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The Dallas Morning News reports that The Container Store, which for decades has operated various iterations of one basic store format, is opening store concept in Los Angeles and Dallas - Customer Closets.

The format is designed to drill down even deeper on a category that represents more than half of the company’s business.

CEO Melissa Reiff says that “the point of the new store is to make it easier for both design customers and everyday shoppers to visualize the possibilities.” The story says that “the new Custom Closets store has 65 displays, free in-home design services and a new closet line … The new store also has displays for pantry, garage and office. The store can accommodate more business-to-business customers and it's making a big appeal to professionals. Work stations are available where designers can bring in their clients and use the space and the store's staff to handle the customer closet process on their own.  Stores can accommodate more customer appointments per day than its regular stores.”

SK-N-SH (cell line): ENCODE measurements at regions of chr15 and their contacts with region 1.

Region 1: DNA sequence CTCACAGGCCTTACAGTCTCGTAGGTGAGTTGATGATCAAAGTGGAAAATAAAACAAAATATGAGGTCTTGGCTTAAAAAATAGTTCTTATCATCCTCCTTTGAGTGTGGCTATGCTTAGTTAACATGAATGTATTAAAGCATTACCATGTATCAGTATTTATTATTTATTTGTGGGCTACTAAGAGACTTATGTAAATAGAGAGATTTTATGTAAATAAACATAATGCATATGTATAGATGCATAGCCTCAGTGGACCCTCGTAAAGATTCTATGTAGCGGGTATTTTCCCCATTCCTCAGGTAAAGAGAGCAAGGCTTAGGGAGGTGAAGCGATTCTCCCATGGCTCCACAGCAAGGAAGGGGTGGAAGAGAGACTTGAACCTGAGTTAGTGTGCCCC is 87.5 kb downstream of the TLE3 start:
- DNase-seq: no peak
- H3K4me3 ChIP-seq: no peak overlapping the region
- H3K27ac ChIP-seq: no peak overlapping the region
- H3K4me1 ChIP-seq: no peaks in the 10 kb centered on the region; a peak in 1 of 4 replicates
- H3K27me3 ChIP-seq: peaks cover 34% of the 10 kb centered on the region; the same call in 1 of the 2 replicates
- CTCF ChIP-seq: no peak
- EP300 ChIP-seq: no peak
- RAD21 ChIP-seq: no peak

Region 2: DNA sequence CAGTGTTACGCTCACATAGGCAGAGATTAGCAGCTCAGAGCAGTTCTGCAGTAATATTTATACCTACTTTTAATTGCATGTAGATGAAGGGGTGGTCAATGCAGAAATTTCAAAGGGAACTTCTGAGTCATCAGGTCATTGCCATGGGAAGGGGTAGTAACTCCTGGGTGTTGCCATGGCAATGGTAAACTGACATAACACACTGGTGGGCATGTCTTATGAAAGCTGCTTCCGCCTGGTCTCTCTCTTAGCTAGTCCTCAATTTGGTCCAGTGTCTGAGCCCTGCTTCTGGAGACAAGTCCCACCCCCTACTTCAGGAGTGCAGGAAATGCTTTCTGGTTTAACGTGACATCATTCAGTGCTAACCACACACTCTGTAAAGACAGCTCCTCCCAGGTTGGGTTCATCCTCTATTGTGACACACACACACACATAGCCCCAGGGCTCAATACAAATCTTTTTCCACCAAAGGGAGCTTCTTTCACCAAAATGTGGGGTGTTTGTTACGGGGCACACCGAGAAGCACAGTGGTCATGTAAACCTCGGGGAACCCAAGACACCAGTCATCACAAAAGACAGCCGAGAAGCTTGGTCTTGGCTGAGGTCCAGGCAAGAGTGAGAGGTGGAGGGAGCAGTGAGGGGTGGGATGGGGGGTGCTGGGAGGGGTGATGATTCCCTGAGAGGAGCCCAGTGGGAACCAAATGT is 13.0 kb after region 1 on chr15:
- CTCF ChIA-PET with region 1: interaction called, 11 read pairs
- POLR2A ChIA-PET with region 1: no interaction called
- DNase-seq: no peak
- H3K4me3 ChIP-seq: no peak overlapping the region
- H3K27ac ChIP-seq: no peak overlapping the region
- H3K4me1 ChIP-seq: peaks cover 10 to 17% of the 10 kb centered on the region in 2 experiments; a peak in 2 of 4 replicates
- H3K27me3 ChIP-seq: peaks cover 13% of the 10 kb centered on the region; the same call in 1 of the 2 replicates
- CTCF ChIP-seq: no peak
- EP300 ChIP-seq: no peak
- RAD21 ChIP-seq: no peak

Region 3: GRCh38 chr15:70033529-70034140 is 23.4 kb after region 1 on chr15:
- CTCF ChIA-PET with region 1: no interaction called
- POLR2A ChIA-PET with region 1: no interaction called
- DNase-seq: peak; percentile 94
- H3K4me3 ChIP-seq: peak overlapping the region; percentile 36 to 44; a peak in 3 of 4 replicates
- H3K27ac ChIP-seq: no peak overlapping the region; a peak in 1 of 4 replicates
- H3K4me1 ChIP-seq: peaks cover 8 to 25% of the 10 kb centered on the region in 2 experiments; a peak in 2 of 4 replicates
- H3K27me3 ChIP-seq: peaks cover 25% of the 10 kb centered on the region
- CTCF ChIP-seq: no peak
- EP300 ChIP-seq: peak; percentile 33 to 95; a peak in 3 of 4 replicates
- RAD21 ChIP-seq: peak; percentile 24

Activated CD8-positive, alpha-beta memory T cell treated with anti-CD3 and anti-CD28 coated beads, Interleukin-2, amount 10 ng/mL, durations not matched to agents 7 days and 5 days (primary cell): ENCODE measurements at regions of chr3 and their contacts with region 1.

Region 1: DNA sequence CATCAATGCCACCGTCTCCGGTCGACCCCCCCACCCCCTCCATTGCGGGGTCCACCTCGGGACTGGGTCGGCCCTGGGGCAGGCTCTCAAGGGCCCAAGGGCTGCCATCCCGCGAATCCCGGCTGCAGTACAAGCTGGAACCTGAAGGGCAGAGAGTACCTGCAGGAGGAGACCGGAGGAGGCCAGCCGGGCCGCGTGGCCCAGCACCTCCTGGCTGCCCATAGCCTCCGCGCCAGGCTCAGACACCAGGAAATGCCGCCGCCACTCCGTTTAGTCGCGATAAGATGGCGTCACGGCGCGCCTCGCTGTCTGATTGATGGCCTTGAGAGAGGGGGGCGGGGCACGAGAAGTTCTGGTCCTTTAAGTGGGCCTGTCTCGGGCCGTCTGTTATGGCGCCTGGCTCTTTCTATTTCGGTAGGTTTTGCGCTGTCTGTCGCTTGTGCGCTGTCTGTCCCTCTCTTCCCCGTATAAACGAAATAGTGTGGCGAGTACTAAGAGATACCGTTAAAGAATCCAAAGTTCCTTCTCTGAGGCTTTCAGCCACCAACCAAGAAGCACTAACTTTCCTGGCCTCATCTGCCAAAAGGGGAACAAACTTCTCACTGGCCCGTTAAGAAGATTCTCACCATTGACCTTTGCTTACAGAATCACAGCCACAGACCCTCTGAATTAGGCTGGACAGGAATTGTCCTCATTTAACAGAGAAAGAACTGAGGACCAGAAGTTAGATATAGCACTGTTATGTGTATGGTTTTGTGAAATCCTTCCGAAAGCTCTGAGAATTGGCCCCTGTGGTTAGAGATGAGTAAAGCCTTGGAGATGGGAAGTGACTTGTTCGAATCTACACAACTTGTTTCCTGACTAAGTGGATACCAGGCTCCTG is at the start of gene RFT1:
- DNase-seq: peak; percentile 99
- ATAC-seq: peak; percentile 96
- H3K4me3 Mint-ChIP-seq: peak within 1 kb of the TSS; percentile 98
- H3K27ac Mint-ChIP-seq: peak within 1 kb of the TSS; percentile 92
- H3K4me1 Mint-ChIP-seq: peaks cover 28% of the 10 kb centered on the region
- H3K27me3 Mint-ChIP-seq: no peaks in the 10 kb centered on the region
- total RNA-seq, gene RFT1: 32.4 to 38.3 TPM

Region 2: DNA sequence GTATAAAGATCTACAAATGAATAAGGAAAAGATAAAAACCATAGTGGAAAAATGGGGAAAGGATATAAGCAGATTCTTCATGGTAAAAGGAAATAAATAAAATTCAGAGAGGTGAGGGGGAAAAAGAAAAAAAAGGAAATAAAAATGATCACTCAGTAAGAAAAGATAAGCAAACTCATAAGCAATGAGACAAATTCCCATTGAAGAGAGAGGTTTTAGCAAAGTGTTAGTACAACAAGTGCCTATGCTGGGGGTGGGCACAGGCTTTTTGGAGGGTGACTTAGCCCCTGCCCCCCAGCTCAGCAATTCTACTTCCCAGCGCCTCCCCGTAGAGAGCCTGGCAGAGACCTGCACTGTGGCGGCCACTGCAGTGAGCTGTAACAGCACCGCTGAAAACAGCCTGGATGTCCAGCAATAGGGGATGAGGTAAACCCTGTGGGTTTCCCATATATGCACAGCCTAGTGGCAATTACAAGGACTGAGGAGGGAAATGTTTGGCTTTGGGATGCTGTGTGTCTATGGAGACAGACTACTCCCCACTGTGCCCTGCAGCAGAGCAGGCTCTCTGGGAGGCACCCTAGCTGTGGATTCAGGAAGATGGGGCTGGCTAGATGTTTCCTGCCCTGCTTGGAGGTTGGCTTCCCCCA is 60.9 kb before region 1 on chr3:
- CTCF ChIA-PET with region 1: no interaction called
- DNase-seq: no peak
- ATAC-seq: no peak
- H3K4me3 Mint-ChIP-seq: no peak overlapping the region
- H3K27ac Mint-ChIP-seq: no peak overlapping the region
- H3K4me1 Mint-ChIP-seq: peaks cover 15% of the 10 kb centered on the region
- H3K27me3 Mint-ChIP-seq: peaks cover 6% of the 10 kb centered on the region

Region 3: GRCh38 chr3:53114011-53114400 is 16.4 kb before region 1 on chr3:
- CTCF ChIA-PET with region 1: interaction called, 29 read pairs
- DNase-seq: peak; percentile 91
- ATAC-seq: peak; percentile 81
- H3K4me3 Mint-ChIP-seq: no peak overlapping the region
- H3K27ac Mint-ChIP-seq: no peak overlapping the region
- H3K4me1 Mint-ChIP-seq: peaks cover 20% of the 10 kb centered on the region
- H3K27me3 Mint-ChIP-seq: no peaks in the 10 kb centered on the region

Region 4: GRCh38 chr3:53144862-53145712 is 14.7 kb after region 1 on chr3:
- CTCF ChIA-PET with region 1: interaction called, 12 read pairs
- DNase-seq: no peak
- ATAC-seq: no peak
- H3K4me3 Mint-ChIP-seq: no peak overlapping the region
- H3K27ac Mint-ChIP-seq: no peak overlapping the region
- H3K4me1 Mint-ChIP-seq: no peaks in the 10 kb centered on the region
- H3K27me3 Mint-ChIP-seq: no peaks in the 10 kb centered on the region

There is, to be sure, a strong economic incentive for Container Store to launch this offshoot. The News says that closet sales at its traditional store are increasing more than the stores overall, and Reiff estimates that closets are turning into a $6 billion market.
KC's View:
This is a very good idea - finding a core strength in a broader concept and then creating a format that drills down in an effective and efficient way. It would be as if a supermarket decided that it made sense to open a fresh food-driven store that builds on an expertise in that area.

The thing that supermarkets can do, of course, is then use e-commerce to allow people to buy those CPG items online. I’m utterly convinced that this is where things are going in food retail … and maybe people should look at what Container Store is doing as a model to be emulated.